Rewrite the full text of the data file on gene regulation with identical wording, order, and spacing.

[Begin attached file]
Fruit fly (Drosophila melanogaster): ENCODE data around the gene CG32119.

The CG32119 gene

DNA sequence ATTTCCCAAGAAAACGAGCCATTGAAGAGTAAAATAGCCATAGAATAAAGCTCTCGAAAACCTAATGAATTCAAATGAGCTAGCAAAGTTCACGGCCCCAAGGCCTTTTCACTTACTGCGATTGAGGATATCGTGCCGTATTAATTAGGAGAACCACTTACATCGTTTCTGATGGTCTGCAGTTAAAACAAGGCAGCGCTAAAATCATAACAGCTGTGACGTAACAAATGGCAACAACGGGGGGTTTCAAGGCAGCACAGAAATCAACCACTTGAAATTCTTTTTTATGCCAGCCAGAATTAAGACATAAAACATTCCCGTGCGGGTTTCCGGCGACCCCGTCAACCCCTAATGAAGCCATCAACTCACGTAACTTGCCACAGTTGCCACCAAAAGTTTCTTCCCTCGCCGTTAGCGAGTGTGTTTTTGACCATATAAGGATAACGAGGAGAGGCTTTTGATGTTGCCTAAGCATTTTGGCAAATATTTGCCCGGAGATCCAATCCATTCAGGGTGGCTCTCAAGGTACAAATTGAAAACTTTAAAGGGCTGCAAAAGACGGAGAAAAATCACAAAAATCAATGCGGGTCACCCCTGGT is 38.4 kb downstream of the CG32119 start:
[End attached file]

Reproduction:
Fruit fly (Drosophila melanogaster): ENCODE data around the gene CG32119.

The CG32119 gene

DNA sequence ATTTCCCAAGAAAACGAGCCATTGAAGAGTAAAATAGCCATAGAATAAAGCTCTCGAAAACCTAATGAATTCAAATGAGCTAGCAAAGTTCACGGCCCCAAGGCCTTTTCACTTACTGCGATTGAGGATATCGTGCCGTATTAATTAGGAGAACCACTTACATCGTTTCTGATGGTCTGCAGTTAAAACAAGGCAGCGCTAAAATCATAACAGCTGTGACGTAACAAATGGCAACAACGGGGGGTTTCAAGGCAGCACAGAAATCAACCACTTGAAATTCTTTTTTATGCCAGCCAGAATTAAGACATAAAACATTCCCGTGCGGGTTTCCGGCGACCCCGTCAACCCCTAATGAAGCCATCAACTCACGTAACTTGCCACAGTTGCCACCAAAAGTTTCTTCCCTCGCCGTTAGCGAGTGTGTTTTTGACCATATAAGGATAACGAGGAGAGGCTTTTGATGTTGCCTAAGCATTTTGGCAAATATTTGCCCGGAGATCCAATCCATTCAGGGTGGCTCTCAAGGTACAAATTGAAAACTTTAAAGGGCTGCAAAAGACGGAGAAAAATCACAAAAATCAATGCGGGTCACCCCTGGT is 38.4 kb downstream of the CG32119 start: